Turning 99 and 100 during a world-wide pandemic is definitely one for the record books—that is what Gladys Dixon has done.

Last September, Dixon celebrated her 99th birthday with her son, Terry, his wife, Janie, and their dog, Blue, visiting with her on her patio at Laurel Village. Other friends and family members did a drive-by birthday parade. The family was hoping to have a big celebration for her 100th birthday, but, with COVID on the increase, the event was limited to a very few close relatives – fully vaccinated, masked and socially distanced.

Born September 4, 1921, in the Langnau community of Laurel County, Dixon is the second of eight children born to Willie and Violet Gregory Vaughn. When Dixon was a young child, the family moved to a farm on Keavy Road about three miles from downtown London. She walked to the one-room school at Magill, to London High School and when the county started running school buses, she attended Lily High School her senior year. After graduating from high school, she attended Sue Bennett College.

During World War II, Dixon went to Dayton, Ohio to work at the Frigidaire factory making LSTs (tank transporters). Her Lily High School and Sue Bennett sweetheart, Jerry Dixon, was in the Army. Thinking he was going to be shipped overseas, they were married in 1944 on a weekend pass by the same minister that was holding a revival at Corinth Baptist Church when Dixon joined the Church several years earlier.

The couple returned to London and lived in a few different homes until they bought a house on East Third Street in London, where they raised their children, Wanda, Tom and Terry. Cumberland Falls State Park is a special place to the Dixon family. The two honeymooned at Dupont Lodge and they were active members of the Moon Beaus and Moon Belles Square Dance Club that met at Cumberland Falls.

Education has always been very important to Dixon. She taught school for a few years before going to Ohio during WWII. She even boarded with some of the families of her students.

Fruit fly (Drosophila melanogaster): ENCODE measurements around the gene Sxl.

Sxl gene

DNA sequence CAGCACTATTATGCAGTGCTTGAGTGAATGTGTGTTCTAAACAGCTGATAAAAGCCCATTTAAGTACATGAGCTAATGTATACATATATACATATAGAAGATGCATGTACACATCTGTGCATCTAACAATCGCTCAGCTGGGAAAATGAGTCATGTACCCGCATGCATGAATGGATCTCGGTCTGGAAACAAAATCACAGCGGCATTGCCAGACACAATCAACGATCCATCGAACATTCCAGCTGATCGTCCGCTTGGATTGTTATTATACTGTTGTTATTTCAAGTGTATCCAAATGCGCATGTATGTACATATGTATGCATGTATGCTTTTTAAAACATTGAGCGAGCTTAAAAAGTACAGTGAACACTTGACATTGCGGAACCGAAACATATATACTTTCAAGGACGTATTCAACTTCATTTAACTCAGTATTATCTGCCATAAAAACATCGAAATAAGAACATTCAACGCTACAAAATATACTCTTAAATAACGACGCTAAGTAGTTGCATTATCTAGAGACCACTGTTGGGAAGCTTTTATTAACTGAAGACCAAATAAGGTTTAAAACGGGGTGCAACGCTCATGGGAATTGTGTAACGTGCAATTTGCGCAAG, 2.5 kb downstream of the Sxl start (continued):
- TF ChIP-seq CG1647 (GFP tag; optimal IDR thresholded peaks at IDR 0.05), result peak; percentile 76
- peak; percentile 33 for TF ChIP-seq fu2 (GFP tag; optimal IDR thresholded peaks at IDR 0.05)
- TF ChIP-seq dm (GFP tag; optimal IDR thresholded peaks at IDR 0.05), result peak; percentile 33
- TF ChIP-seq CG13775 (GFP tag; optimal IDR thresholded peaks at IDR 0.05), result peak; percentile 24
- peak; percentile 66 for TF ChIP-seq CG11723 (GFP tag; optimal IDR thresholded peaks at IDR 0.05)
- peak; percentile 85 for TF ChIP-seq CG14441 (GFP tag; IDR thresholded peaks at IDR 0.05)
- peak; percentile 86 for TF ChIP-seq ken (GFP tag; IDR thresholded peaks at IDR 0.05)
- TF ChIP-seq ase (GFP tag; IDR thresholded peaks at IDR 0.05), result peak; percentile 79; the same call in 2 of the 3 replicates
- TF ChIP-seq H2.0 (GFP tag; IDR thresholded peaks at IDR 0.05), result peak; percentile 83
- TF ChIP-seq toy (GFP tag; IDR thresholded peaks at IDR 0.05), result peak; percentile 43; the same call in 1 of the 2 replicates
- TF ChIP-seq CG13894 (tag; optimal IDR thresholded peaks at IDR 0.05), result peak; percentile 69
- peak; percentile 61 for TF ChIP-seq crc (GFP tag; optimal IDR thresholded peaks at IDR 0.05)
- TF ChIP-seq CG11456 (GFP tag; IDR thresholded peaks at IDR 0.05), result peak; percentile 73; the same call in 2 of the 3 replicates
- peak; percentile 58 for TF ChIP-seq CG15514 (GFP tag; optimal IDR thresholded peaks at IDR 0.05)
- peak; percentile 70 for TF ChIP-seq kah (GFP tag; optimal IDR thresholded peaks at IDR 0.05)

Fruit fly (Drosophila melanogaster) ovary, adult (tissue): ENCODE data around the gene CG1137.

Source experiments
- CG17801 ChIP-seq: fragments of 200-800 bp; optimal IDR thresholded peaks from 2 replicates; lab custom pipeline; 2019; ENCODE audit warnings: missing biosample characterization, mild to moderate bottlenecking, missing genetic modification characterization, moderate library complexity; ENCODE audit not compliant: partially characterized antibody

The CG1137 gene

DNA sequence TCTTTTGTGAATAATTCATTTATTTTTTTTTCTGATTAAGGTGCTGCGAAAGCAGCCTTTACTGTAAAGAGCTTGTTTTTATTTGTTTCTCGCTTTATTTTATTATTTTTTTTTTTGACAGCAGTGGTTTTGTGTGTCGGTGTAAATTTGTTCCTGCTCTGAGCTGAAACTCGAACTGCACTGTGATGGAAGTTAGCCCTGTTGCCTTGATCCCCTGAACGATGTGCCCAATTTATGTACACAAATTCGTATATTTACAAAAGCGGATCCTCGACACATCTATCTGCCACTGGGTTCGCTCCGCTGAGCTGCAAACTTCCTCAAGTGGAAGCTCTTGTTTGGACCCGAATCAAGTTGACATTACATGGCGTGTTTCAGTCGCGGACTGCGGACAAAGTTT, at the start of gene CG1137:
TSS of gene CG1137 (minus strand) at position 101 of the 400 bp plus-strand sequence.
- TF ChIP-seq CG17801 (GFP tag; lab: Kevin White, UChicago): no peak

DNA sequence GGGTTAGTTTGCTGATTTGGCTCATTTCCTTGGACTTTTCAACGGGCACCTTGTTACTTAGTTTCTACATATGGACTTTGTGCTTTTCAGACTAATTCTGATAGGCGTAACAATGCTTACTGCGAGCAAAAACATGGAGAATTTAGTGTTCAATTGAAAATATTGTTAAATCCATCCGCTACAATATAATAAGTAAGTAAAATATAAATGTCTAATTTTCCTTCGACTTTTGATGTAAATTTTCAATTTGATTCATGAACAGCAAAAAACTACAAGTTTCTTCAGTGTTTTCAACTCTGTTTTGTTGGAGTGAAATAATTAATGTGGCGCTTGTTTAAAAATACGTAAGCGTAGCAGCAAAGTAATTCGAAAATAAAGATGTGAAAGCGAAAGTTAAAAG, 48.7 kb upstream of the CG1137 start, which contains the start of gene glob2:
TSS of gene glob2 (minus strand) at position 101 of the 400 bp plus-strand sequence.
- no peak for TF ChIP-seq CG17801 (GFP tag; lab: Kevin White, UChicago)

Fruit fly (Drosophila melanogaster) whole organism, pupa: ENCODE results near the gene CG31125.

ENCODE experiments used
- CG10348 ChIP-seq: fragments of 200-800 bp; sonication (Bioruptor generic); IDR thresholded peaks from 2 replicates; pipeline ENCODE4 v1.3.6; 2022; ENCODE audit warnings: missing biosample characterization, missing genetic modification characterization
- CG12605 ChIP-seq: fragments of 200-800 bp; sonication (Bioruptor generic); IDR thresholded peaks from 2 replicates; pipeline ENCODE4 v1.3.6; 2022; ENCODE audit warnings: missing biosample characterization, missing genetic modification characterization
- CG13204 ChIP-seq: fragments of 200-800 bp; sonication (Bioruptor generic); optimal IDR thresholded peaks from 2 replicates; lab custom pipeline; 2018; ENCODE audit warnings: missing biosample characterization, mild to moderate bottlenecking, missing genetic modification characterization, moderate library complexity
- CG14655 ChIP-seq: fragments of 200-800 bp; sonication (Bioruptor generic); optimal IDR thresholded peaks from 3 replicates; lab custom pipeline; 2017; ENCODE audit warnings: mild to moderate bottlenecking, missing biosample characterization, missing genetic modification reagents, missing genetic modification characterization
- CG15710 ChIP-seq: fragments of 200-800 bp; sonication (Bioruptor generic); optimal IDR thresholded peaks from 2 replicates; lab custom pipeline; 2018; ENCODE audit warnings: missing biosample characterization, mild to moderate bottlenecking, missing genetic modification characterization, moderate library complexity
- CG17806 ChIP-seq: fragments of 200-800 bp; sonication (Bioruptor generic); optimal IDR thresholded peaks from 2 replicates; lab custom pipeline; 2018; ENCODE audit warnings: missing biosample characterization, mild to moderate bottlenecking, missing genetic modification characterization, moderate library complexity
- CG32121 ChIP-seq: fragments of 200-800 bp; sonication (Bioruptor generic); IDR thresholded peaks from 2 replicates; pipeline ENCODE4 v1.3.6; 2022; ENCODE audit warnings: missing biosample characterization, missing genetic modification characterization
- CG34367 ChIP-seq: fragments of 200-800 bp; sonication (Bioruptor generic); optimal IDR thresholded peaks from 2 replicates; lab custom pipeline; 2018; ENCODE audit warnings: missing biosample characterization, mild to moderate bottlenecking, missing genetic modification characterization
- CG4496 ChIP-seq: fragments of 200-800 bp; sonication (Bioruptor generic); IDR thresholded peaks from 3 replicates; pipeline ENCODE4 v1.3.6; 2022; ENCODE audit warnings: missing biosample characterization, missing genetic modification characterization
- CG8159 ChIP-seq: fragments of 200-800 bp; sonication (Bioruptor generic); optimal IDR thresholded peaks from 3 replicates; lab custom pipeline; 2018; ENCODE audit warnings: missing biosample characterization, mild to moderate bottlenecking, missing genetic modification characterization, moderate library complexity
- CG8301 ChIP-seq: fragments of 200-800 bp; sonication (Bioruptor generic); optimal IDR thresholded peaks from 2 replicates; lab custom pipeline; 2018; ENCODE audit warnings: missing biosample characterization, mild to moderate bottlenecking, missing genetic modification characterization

After her children were in school, she went back to college and graduated from Eastern Kentucky University. She was a substitute teacher for the Laurel County Board of Education. In the 1960s, at the time of the national push to improve literacy in Appalachia, she was one of the first in Laurel County to work in the Head Start program. When federal grants became available, the Laurel County Board of Education established libraries in the elementary schools. Dixon became the first librarian at Sublimity and Johnson Elementary Schools, splitting her time between the two schools.

In 1966, the Dixon family moved to Erlanger, Kentucky, where Dixon was hired as librarian at Hebron Elementary School. In 1970, Connor High School was built and she became the school’s first librarian. She ended her career in education in 1986.

After retiring and until she moved to Laurel Village, Dixon spent winters in Largo, Florida and summers at her home in Erlanger. During the years after she moved away from London, she visited her family often and always came back for family reunions.

When the Laurel Village Assisted Living was built, Dixon put her name on the waiting list - just in case she needed to move in at some point. She received several calls through the years that there was an opening but she would say, “I’m not ready yet but don’t take me off the list”. At the age of 94, in the summer of 2016, and after 50 years, Dixon returned to London and moved to Laurel Village, where she would often say, “Laurel Village – just where I need to be at this stage of my life”.

Dixon loves to travel and with family and friends, she has visited nearly all of the states. She also traveled to Europe several times. For years, she made a trip to Minnesota every summer to visit her son, Tom, his wife, Marti, and her granddaughter, Erin. If it were possible, a visit to her grandsons, Stephen, Terry’s son, who lives in Georgia and Brian, Wanda’s son, and her great-grandchildren, Calvin and Veronica, who live in Illinois, would be in her travel plans.

Flowers and butterflies are Dixon's favorites. She always had beautiful flowers at her home. Today, there is a pot of Rain Lilies in the Shepherd Cove gardens with her name on them. A drive through London in the summer often resulted in her saying, “London needs to be in Southern Living to show off the beautiful flowers." Dixon loves to read and still receives several magazines, the Lexington Herald and the Sentinel-Echo. She has had a subscription to the Sentinel-Echo for years, reading every page to stay up with the goings on in London and Laurel County.

After her son Terry and his wife, Janie, retired they decided to sell their home in Georgia and move to London to be close to his mother. They were looking forward to spending more time with her. About the time they got fully settled in, the COVID pandemic hit. Visits were limited to through the patio door glass, outside on the patio or in a tent behind Laurel Village. The isolation from friends and family that came with COVID took a toll on not only Dixon but many that have been confined. In February 2021, Dixon made the move to the Shepherd’s Cove at Laurel Heights.

Then, on Saturday, Dixon celebrated her 100th birthday. Happy 100th Birthday, Gladys! A life well spent and a joy to all that know and love her.

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